The Catholic Church in Northern Ireland has admitted that a priest was the leader of an IRA unit that exploded a bomb in 1972 that killed nine people, five Catholics and four Protestants including an eight -year-old girl. Thirty people were injured.
Police ombudsman (overseer) Al Hutchinson has verified that the Royal Ulster Constabulary the British government and the Catholic Church covered up for the priest, Father James Chesney (left) who was never charged and moved to a new parish.
Hutchinson revealed that the RUC at the time had top-grade intelligence that Chesney was a senior figure in the IRA unit that planted three car bombs in the County Derry village of Claudy in 1972.
The then Catholic primate of all Ireland , Cardinal William Conway, and the then Northern secretary William Whitelaw, were made aware by police of Father Chesney’s alleged involvement.
Chesney was subsequently moved to a parish in Co. Donegal but was never arrested or interviewed about the bombing or any other IRA activity. He passed away in 1980.
The cover up was discovered during a search through old cases by a Police Service of Northern Ireland investigator Sam Kinkaid.
Hutchinson has accepted the new documentation proves Kinkaid’s suggestion of a cover-up involving the RUC, the British state and the Catholic Church.
The current Catholic primate Cardinal Seán Brady has commented on the report today. Father Chesney was sent to to a Donegal parish under the jurisdiction of the late Bishop of Derry, Dr Neil Farren.
Bishop Edward Daly, was appointed to the diocese of Derry and Raphoe in the spring of 1974. Bishop Daly has also made a statement.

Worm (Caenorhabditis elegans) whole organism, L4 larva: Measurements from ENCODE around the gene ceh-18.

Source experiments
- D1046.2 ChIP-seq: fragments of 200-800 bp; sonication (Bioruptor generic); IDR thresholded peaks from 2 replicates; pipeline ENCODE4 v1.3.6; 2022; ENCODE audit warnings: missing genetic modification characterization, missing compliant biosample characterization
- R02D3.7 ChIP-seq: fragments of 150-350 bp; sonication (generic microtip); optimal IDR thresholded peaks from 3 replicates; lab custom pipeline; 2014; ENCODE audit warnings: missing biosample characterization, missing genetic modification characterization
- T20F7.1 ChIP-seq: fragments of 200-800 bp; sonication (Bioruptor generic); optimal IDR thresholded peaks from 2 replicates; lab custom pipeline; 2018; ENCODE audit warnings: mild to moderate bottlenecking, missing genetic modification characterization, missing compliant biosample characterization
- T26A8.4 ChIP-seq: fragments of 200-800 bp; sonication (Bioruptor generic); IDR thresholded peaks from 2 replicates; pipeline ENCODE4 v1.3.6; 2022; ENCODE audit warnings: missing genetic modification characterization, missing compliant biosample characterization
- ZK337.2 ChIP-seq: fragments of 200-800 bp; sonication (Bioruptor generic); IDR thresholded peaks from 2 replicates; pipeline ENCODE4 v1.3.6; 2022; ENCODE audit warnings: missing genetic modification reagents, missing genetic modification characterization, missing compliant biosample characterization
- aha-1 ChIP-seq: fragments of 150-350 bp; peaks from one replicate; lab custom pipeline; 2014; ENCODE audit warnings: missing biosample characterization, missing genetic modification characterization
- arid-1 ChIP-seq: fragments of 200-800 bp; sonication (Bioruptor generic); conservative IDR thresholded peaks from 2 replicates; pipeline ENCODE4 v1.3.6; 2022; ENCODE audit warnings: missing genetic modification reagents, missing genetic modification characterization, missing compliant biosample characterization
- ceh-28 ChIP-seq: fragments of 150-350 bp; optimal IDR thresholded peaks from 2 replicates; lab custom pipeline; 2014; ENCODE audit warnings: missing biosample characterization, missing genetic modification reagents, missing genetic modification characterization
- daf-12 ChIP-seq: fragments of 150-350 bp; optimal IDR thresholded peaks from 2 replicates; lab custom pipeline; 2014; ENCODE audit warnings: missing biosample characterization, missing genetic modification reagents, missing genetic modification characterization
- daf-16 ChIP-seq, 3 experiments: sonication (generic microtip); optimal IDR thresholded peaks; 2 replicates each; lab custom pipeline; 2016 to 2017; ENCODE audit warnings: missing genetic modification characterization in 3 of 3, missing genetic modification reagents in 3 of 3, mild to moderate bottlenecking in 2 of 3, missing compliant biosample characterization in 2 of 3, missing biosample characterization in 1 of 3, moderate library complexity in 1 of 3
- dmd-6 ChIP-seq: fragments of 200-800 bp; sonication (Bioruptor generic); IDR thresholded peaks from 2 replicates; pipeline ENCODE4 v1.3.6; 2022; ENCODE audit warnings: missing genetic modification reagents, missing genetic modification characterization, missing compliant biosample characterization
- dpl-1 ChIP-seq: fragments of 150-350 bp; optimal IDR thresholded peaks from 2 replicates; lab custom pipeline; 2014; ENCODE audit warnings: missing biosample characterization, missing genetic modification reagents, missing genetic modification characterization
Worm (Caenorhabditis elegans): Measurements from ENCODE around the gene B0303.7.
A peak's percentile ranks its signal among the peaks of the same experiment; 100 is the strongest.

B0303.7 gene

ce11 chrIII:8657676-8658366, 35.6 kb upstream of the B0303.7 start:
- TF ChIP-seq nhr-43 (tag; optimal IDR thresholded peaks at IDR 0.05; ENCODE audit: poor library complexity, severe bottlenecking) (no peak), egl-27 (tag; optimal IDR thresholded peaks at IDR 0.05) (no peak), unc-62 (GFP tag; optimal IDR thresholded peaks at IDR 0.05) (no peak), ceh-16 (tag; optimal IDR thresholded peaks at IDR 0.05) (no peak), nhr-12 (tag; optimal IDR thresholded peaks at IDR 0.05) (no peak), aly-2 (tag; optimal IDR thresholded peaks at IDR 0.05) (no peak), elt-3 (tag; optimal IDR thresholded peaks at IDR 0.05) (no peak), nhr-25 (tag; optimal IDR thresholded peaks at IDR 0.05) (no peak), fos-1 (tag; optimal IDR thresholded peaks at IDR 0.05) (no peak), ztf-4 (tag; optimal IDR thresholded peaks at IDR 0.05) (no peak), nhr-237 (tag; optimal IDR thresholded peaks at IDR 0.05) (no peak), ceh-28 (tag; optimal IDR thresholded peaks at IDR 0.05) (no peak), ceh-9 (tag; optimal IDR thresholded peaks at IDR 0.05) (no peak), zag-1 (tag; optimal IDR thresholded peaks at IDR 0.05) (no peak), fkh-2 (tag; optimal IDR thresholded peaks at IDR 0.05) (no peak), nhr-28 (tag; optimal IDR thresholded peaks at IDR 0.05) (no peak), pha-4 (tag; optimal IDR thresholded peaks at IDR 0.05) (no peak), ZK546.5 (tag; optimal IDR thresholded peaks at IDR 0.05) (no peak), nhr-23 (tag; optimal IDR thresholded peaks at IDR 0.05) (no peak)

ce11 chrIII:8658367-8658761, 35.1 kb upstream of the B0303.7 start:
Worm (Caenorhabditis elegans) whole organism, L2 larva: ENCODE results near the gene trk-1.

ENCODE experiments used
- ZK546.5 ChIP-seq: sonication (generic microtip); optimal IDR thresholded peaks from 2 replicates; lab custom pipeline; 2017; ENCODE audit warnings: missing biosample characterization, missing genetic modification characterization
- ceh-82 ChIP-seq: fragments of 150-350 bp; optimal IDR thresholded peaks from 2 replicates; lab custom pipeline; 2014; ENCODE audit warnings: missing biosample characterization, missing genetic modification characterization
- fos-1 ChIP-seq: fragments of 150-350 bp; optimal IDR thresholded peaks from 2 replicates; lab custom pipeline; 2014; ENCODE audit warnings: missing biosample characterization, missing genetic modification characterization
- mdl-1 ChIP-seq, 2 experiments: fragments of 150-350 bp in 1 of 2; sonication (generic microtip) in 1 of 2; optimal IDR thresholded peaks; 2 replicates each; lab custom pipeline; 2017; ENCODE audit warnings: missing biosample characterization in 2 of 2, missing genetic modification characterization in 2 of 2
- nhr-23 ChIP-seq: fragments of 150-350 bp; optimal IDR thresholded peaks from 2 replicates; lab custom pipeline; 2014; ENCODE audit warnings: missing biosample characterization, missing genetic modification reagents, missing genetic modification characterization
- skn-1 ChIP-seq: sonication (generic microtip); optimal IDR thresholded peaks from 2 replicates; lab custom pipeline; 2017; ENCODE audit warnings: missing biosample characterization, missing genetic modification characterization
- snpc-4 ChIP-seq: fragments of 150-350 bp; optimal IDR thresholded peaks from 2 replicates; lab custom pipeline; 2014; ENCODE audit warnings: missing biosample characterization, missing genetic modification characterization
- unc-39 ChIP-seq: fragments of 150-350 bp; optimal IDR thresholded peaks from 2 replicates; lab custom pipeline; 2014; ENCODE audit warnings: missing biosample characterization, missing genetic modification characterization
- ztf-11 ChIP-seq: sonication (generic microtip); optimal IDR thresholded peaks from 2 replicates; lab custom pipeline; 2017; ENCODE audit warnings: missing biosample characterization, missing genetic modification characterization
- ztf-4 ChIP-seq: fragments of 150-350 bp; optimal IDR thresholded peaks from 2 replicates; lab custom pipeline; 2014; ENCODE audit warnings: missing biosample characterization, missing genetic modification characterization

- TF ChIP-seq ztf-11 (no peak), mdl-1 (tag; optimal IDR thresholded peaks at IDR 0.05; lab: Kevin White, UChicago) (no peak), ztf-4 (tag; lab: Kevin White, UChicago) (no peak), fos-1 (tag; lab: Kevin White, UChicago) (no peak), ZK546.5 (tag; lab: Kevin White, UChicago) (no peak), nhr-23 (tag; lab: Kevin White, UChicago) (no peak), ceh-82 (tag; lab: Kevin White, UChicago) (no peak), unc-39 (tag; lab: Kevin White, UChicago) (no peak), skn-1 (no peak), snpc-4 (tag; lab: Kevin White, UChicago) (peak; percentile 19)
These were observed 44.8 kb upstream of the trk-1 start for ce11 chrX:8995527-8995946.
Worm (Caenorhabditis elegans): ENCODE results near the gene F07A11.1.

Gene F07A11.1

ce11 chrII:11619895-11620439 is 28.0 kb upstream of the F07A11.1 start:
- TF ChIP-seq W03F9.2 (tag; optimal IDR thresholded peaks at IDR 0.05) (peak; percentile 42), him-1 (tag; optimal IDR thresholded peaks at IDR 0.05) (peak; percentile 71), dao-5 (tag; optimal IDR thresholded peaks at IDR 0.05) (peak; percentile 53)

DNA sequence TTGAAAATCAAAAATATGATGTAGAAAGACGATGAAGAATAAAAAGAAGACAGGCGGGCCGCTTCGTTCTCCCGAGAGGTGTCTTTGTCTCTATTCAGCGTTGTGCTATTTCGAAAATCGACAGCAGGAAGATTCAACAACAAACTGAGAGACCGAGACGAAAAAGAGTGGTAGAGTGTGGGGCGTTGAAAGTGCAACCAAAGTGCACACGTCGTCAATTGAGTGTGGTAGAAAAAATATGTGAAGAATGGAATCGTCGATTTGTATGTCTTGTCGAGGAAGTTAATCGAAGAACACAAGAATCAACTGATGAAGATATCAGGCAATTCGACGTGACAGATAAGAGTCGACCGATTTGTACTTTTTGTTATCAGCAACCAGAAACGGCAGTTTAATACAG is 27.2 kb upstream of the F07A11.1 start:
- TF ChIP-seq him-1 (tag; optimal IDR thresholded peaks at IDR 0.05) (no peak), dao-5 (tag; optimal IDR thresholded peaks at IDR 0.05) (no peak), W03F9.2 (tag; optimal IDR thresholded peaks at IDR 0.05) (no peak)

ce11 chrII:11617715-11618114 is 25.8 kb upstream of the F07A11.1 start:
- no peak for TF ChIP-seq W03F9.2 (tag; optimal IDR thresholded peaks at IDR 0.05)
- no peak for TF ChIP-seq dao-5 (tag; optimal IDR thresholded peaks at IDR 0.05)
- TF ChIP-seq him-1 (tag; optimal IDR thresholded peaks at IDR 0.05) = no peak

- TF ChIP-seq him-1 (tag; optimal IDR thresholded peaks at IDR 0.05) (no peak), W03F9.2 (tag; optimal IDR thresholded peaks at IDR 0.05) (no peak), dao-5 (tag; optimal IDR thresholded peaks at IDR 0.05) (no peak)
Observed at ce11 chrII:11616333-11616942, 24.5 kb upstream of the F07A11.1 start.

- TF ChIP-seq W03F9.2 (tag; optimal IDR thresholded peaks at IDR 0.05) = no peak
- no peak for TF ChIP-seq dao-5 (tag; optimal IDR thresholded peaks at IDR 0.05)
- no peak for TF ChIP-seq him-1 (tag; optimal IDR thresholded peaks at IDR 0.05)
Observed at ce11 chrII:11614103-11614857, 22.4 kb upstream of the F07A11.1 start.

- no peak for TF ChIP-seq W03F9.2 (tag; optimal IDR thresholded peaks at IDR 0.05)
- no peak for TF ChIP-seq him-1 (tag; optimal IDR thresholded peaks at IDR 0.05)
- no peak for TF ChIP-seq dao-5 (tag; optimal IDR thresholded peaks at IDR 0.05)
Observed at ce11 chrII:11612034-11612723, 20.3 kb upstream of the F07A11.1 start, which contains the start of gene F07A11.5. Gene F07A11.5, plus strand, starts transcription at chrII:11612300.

Kinkaid’s report showed that Cardinal Conway and an unnamed senior RUC officer were briefed on the attack right after the bombing.
As a result, Cardinal Conway held direct discussions with Northern Secretary William Whitelaw on the issue in December 1972, during which the Northern secretary made clear his knowledge and disgust at the priest’s involvement.
Conway was apparently worried that news of of Father Chesney’s involvement would allowed loyalist paramilitaries to declare all Catholic priests “legitimate targets”.
The IRA had attempted to issue a warning from nearby Dungiven, but were unable to do so because an earlier bomb had damaged the telephone exchange.
Standing outside the village hotel where the third device detonated, survivor Paul O'Kane recalls that day nearly 40 ago.
"It was like something you would see on the news now in Baghdad.
"There was smoke, there was a motorbike on fire, cars on fire, there were no windows left and there was nothing but moaning and groaning.”
He added: "My anger at the actions of those responsible for the attack is matched in strength by my sorrow that the survivors of the atrocity and the relatives of the dead did not see those responsible brought to justice for their crimes.
"I recognise, of course, that all those involved in combating terrorism at the time were making decisions in exceptionally difficult circumstances and under extreme pressure."
In a joint statement Seán Brady, the archbishop of Armagh, and Séamus Hegarty, the Bishop of Derry, described the bombing as "an appalling crime", saying: "We accept the ombudsman's findings and conclusions."
They added: "Throughout the Troubles, the Catholic church, along with other churches in Northern Ireland, was constant in its condemnation of the evil of violence. It is therefore shocking that a priest should be suspected of involvement in such violence.
"This case should have been properly investigated and resolved during Father Chesney's lifetime. If there was sufficient evidence to link him to criminal activity, he should have been arrested and questioned at the earliest opportunity, like anyone else. We agree with the police ombudsman that the fact this did not happen failed those who were murdered, injured and bereaved in the bombings."